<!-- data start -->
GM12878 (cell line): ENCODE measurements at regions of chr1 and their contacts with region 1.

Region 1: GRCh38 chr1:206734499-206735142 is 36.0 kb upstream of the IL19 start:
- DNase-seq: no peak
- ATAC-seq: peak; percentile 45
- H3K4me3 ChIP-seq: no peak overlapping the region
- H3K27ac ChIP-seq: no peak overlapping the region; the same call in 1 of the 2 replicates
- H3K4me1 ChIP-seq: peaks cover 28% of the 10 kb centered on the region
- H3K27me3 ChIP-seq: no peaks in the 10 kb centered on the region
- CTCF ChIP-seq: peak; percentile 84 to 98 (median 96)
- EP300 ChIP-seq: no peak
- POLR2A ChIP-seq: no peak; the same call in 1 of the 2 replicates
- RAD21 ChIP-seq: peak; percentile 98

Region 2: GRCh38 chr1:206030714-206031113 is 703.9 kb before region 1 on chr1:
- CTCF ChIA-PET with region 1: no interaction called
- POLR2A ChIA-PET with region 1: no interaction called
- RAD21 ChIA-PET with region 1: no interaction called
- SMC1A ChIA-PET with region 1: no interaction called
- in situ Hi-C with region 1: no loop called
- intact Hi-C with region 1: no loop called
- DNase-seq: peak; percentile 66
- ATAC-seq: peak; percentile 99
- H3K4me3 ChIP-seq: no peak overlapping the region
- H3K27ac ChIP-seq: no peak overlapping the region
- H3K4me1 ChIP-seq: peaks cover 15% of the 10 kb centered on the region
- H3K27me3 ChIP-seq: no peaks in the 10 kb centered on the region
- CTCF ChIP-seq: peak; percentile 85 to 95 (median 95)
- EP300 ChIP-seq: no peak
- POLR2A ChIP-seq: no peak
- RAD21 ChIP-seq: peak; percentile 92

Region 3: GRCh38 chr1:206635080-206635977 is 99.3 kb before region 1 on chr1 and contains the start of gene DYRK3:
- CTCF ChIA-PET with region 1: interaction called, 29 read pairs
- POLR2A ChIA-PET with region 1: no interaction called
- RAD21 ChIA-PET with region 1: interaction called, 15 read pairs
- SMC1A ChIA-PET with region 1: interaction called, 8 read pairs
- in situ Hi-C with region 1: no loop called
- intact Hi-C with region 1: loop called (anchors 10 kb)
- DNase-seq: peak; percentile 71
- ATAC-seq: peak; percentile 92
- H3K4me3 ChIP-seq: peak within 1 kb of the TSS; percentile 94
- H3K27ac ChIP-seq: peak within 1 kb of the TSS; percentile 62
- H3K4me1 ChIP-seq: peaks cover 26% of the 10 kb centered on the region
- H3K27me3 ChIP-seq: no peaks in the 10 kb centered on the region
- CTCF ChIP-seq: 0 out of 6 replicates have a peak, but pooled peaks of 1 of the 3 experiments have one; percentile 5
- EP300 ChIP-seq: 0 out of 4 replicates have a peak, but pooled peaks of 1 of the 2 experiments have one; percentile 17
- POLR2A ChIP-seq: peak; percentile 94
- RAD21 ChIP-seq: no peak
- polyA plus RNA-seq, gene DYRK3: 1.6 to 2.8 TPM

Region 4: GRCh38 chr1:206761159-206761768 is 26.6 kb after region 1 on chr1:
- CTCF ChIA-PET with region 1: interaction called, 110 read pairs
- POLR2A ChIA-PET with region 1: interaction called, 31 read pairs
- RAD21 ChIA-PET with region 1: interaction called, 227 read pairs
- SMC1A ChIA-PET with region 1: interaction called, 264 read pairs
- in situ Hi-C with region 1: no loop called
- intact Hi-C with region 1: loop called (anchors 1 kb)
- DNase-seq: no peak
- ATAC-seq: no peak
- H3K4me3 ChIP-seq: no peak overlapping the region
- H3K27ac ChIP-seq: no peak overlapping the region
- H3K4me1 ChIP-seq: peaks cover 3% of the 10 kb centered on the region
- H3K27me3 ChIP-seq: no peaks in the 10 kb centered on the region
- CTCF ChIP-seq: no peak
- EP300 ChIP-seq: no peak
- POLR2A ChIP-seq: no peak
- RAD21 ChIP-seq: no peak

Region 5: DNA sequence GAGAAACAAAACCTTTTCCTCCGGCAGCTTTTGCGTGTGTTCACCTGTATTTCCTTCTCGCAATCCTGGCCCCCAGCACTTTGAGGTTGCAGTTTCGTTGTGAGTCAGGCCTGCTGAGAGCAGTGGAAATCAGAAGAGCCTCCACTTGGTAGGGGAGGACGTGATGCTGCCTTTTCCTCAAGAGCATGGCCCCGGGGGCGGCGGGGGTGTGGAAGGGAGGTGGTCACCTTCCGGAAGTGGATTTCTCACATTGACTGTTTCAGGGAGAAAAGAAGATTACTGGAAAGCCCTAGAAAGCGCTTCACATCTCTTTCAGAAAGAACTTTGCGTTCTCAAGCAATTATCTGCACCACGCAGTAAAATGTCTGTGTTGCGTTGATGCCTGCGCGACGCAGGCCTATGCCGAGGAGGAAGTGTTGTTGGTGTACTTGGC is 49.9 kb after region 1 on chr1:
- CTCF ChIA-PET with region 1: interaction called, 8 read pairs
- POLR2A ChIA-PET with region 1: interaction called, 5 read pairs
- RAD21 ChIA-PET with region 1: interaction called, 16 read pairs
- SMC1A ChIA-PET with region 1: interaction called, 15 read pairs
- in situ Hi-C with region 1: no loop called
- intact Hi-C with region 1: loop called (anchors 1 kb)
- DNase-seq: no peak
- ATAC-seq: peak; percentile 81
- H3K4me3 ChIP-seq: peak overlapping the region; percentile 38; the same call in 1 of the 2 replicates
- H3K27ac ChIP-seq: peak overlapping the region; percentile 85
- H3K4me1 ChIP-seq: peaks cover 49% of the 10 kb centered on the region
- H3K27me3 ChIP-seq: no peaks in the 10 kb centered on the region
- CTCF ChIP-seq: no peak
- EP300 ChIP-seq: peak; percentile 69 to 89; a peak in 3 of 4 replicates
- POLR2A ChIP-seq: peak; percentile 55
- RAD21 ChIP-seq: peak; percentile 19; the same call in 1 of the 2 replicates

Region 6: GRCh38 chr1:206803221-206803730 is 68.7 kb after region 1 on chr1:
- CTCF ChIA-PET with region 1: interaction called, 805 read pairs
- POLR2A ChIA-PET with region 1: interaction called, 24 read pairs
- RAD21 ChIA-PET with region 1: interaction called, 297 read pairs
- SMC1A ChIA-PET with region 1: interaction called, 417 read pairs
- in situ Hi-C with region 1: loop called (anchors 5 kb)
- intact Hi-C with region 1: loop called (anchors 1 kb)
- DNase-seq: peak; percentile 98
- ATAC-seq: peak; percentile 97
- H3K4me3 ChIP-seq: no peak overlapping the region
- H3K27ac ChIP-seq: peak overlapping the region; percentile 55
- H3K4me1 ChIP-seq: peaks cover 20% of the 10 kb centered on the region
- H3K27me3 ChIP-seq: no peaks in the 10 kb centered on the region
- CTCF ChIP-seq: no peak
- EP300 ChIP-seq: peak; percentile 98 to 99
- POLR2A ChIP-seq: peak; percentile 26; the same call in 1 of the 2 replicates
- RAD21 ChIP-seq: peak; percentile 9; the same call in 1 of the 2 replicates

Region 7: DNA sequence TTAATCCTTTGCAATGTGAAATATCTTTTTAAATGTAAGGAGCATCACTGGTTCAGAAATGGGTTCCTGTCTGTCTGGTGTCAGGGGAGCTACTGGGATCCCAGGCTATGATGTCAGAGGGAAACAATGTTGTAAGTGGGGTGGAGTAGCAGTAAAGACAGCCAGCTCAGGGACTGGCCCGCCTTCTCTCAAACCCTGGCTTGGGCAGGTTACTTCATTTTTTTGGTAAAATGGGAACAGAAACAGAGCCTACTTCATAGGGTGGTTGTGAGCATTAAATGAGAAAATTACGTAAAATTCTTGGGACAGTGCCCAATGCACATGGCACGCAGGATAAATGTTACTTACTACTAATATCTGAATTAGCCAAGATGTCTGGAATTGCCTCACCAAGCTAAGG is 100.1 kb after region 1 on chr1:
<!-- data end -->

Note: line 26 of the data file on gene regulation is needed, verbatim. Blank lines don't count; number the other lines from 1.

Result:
- CTCF ChIP-seq: peak; percentile 85 to 95 (median 95)